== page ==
United States District Court, D. Utah
MEMORANDUM DECISION AND ORDER ON MOTIONS IN
N. Parrish United States District Court Judge
Judge Jill N. Parrish Tiffanie Rushton infringed Rachel
Nunes's copyright to her novel, A Bid for Love.
The only issues remaining for trial are whether the
infringement was willful within the meaning of 17 U.S.C.
§ 504(c)(1) and the amount of statutory damages to be
awarded to Nunes. Before the court are eight motions to
exclude evidence filed by Nunes and one motion to exclude
evidence filed by Rushton. The court shall first address the
standards applicable to the willfulness and statutory damages
issues. The court will then address each motion in turn.
copyright infringer may be held liable for statutory damages.
17 U.S.C. § 504(a). Ordinarily, statutory damages may be
awarded “in a sum of not less than $750 or more than
$30, 000.” Id. § 504(c)(1). But if the
copyright owner proves that the infringement “was
committed willfully, ” statuary damages may be awarded
in an amount not to exceed $150, 000. Id. §
504(c)(2). Both willfulness and the amount of statutory
damages are jury questions. Feltner v. Columbia Pictures
Television, Inc., 523 U.S. 340, 355 (1998).
order to show that infringement was willful, the plaintiff
must prove that the defendant either knew that his or her
conduct constituted copyright infringement or recklessly
disregarded the possibility that his or her conduct
constituted copyright infringement. See Bryant v. Media
Right Prods., Inc., 603 F.3d 135, 143 (2d Cir. 2010);
Unicolors, Inc. v. Urban Outfitters, Inc., 853 F.3d
980, 991 (9th Cir. 2017); Yellow Pages Photos, Inc. v.
Ziplocal, LP, 795 F.3d 1255, 1272 (11th Cir. 2015); 4
Melville B. Nimmer & David Nimmer, Nimmer on Copyright
§ 14.04[B][a] (Rev. Ed. 2017).
the jury is free to consider a number of factors when
determining the amount of a statutory damage award. The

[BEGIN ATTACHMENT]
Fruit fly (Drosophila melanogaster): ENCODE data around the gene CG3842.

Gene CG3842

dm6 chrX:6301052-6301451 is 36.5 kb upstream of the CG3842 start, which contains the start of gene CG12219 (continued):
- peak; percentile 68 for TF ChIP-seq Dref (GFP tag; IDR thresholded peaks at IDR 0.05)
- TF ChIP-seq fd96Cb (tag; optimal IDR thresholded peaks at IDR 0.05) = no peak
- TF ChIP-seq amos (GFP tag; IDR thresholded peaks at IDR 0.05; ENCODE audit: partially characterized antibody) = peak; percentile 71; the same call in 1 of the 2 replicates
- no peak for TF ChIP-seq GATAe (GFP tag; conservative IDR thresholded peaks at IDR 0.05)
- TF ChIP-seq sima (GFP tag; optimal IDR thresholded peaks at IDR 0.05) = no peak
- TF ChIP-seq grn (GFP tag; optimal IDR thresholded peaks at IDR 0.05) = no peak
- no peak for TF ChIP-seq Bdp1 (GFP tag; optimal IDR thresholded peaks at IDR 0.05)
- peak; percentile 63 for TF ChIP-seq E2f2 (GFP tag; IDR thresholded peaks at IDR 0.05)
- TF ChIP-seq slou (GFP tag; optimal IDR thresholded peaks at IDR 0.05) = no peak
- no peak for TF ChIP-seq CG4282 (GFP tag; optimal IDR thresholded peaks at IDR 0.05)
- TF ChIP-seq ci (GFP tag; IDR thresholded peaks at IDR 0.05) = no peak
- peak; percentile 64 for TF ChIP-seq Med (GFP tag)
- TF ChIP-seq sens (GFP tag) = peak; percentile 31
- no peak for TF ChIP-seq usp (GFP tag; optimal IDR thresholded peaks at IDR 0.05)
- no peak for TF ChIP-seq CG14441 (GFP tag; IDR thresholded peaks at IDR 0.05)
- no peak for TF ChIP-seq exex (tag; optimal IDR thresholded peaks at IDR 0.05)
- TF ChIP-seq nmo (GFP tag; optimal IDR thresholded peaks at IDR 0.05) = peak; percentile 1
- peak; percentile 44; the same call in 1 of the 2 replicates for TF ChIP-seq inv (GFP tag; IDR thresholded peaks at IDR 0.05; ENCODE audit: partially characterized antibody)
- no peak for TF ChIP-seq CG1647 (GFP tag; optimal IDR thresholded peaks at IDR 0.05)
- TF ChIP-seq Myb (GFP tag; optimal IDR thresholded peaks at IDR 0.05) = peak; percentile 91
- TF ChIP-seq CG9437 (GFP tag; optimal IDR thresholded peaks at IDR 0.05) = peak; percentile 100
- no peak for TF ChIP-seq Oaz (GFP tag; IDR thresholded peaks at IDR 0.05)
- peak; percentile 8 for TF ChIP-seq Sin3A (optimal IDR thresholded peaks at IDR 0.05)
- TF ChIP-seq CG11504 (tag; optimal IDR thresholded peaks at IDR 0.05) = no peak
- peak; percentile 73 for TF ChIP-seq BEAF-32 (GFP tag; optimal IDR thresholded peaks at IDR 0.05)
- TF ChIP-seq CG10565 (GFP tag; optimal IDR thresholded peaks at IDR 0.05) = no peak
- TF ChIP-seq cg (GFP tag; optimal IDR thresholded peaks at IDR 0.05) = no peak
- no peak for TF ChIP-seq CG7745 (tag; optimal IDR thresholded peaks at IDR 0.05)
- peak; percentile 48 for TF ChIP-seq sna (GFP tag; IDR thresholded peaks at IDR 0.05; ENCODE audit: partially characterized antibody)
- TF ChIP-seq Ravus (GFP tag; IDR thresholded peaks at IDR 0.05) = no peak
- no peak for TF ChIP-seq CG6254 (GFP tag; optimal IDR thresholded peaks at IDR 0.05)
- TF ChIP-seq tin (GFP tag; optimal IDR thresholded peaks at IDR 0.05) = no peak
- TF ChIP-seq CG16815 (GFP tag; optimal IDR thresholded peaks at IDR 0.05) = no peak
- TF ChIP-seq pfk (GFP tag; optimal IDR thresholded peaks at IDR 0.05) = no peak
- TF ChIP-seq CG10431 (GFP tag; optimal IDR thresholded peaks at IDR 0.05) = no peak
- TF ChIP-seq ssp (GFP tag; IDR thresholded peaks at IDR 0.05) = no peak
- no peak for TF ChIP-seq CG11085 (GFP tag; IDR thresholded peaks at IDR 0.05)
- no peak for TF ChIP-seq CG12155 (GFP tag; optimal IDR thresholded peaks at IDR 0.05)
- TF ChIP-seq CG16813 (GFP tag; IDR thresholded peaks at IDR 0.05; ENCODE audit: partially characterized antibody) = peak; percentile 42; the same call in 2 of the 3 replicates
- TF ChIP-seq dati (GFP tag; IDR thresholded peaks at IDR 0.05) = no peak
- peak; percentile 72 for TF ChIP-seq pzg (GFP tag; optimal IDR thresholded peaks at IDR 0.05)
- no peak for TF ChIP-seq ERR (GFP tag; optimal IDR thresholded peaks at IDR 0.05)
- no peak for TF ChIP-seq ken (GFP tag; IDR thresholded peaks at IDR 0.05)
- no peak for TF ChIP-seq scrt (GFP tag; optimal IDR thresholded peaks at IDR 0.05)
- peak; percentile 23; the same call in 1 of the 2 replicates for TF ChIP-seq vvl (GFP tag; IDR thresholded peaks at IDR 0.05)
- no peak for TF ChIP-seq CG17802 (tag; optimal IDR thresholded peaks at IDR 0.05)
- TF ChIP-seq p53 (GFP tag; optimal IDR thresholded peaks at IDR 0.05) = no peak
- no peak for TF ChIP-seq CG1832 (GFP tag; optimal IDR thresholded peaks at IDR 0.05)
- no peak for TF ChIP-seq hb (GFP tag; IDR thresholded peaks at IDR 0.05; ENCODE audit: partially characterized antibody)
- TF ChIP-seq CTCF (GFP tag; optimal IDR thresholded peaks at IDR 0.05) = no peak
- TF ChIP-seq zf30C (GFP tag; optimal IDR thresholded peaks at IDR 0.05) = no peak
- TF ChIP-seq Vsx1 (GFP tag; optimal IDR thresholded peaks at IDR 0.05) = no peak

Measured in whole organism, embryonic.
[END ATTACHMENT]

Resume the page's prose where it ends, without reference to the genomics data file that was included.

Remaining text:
Supreme Court has recognized that the statutory damages
clause of the Copyright Act affords the “necessary
flexibility to do justice” when it is difficult or
impossible to calculate actual damages. F. W. Woolworth
Co. v. Contemporary Arts, 344 U.S. 228, 232-33 (1952);
see also Douglas v. Cunningham, 294 U.S. 207, 209
(1935) (reasoning that the statutory damages provision was
adopted “to give the owner of a copyright some
recompense for injury done him, in a case where the rules of
law render difficult or impossible proof of damages or
discovery of profits”). The Court further recognized
that even in cases where infringement does not damage the
copyright holder or enrich the infringer, a statutory award
is appropriate to vindicate the policies animating the
Copyright Act, including “to discourage wrongful
conduct.” Wo olworth Co., 344 U.S. at 233.
courts have further enumerated factors that a jury may
consider when awarding statutory damages. A district court in
the First Circuit, for example, instructed a jury that it
could consider, among other things:
the nature of the infringement; the defendant's purpose
and intent, the profit that the defendant reaped, if any,
and/or the expense that the defendant saved; the revenue lost
by the plaintiff as a result of the infringement; the value
of the copyright; the duration of the infringement; the
defendant's continuation of infringement after notice or
knowledge of copyright claims; and the need to deter this
defendant and other potential infringers.
Sony BMG Music Entm't v. Tenenbaum, 660 F.3d
487, 503-04 (1st Cir. 2011). The Fourth Circuit similarly
held that a jury was correctly instructed that it could
consider any actual damages as well as
any evidence that the defendants have a history of copyright
infringement; any evidence that the defendants are apparently
impervious to either deterrence or rehabilitation; the extent
of the defendant's knowledge of the copyright laws; any
misleading or false statements made by the defendants; . . .